AI isn’t only taking news writing off a reporter’s plate. Media organizations are also developing tools to help journalists keep up with the constant flow of news online and on social media.
"Reporters and PR professionals are similar in the sense they're looking for information and need to process it in some way," Merz says. "We're just at the beginning of information overload. People think they’re processing lots of information now, but it will be nothing compared to the years to come."
Bloomberg has been using machine learning-enabled feeds to monitor breaking news for about four years, Merz says. On Twitter alone, he explains, 500,000 tweets out of the 500 million sent each day are financially relevant to its reporters, so Bloomberg needed a way to sift through them and find the important ones.
Merz speculates that one day press releases will undergo a similar AI monitoring process, being read first by a computer to determine whether it’s newsworthy.
"Imagine the stream of press releases coming in every day," he says. "If we build a tool that allows our newsroom to get a better indication or a score saying this press release is more likely to be significant, they can focus on that because otherwise everything is treated the same. These tools allow reporters and editors to prioritize time and focus on bigger stories."
Hendrix says NYC Media Lab works with tech startups that have developed algorithms to edit video footage into a news clip, tag and caption photos, or determine the mood of a person on video.
"The awesome thing about AI is it doesn't just help with the shrinking newsroom," says Barak. "You free up your top journalists to do actual journalism while AI does the grunt work. AI is going to free up so much value and actually protect journalists’ jobs."
And PR people must double down on the relationship-building part of their job and "make themselves much better at giving context and extra information on top of bare bones data," notes Barak.
All of this work sounds impressive, but experts stress it is only the beginning. As AI continues to advance, especially in the realms of language understanding and generation, its uses in the newsroom will expand.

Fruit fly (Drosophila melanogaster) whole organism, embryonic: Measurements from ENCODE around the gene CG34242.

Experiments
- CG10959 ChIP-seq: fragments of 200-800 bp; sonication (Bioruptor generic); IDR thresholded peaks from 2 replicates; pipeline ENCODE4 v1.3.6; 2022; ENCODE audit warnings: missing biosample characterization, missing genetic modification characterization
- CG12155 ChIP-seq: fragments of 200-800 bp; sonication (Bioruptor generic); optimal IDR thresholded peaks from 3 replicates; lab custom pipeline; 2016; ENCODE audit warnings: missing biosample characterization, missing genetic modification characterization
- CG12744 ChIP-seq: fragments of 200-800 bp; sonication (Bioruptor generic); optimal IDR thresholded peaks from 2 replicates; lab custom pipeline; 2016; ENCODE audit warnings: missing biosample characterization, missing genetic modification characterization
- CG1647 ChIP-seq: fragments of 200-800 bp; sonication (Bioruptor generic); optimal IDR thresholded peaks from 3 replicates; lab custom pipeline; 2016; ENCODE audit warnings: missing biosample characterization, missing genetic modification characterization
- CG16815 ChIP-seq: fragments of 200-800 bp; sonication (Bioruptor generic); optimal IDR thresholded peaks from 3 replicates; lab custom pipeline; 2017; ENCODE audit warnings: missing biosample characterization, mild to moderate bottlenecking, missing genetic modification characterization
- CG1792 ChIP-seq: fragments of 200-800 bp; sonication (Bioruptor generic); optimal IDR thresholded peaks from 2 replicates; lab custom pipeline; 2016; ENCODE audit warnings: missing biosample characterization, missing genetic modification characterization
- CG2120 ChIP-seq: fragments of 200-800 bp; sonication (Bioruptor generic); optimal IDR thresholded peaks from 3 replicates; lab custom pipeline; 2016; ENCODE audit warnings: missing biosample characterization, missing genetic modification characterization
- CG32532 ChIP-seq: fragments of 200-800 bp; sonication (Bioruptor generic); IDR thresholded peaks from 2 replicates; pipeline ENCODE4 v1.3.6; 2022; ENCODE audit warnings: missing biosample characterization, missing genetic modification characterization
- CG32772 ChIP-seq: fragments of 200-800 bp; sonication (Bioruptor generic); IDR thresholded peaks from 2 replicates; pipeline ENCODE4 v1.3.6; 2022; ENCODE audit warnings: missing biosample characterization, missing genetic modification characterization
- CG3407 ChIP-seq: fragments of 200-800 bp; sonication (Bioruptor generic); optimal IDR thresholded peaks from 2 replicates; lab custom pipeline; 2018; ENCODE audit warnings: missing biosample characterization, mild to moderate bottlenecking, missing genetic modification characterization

"Tech adoption follows the same patterns whether you’re talking about social media, AI, or VR," Marconi says. "First, people are hesitant or have concerns, then they experiment and finding best practices, and eventually they deploy tools at scale. Most news organizations have a social media strategy, they will start having an AI strategy. In 10 years it will just be called strategy."
AI IN THE NEWS
National news organizations aren’t the only ones tapping into the benefits of AI: It may also help revive the struggling regional news industry. Local news coverage has suffered as papers began ending print editions, laying off staff, and shuttering completely. Pew Research Center reports the U.S. industry has seen 28 consecutive years of declines in print and digital newspaper circulation. It has led to fears of a decay in local democracy and a rise in political corruption.
But some local news could be saved by robots from across the pond. The Press Association — the U.K. equivalent of The Associated Press — and startup Urbs Me- dia received a grant from Google to support its Reporters and Data and Robots, or RADAR, service.
RADAR will use AI paired with human reporters to cover a swath of local news from crime to health and produce more than 30,000 local stories monthly when it launches in early 2018.
The robo-journalists will pull information from open government data sets and match that information to prewritten templates. The bot will then write the story using natural language generation and auto-generate graphics and video to add to stories, according to The Press Association.
RADAR will be supported by a team of five journalists who, among other things, will edit the automated articles before they are syndicated to local and national newspapers in the U.K. and Ireland. However, these stories are still limited to data-oriented source material. But for those communities that have lost these local reports on crime or unemployment when their local paper shut down, services such as RADAR can help fill the gap.